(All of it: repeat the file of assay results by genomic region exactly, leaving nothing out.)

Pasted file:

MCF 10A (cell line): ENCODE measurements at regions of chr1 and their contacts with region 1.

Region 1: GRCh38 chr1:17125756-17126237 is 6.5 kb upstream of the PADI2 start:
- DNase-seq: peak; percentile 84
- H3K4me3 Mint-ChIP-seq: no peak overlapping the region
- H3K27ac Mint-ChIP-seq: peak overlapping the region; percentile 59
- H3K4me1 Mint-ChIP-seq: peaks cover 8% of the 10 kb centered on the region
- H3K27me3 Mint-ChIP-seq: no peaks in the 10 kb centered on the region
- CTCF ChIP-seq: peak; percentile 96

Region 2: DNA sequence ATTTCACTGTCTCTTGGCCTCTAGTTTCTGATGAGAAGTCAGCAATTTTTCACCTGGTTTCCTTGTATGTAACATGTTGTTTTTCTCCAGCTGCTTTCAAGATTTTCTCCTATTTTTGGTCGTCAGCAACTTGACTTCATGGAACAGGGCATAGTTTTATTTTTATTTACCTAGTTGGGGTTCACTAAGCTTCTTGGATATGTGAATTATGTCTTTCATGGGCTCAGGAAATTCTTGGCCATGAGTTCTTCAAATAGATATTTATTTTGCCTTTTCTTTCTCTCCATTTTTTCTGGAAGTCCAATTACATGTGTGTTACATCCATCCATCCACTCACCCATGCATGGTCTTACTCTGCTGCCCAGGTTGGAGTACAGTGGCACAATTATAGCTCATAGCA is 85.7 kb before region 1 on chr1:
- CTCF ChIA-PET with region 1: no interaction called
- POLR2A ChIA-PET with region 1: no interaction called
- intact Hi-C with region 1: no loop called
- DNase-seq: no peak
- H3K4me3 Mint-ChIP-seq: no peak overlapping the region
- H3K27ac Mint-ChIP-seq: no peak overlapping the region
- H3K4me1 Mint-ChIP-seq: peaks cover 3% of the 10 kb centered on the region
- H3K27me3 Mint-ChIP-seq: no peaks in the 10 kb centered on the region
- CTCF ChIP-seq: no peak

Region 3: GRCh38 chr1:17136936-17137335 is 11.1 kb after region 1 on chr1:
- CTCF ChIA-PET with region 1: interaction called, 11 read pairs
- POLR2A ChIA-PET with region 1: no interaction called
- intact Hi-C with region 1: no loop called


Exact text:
MCF 10A (cell line): ENCODE measurements at regions of chr1 and their contacts with region 1.

Region 1: GRCh38 chr1:17125756-17126237 is 6.5 kb upstream of the PADI2 start:
- DNase-seq: peak; percentile 84
- H3K4me3 Mint-ChIP-seq: no peak overlapping the region
- H3K27ac Mint-ChIP-seq: peak overlapping the region; percentile 59
- H3K4me1 Mint-ChIP-seq: peaks cover 8% of the 10 kb centered on the region
- H3K27me3 Mint-ChIP-seq: no peaks in the 10 kb centered on the region
- CTCF ChIP-seq: peak; percentile 96

Region 2: DNA sequence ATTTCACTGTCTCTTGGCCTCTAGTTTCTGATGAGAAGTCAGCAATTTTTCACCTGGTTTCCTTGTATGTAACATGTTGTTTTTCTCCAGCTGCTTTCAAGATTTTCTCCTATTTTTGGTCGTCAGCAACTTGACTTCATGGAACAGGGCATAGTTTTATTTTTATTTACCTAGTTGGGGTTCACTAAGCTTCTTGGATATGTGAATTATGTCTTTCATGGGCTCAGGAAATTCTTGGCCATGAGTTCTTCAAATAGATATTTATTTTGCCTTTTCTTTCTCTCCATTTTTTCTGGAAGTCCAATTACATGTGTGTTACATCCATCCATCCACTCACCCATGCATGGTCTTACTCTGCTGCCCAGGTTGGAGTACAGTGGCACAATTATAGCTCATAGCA is 85.7 kb before region 1 on chr1:
- CTCF ChIA-PET with region 1: no interaction called
- POLR2A ChIA-PET with region 1: no interaction called
- intact Hi-C with region 1: no loop called
- DNase-seq: no peak
- H3K4me3 Mint-ChIP-seq: no peak overlapping the region
- H3K27ac Mint-ChIP-seq: no peak overlapping the region
- H3K4me1 Mint-ChIP-seq: peaks cover 3% of the 10 kb centered on the region
- H3K27me3 Mint-ChIP-seq: no peaks in the 10 kb centered on the region
- CTCF ChIP-seq: no peak

Region 3: GRCh38 chr1:17136936-17137335 is 11.1 kb after region 1 on chr1:
- CTCF ChIA-PET with region 1: interaction called, 11 read pairs
- POLR2A ChIA-PET with region 1: no interaction called
- intact Hi-C with region 1: no loop called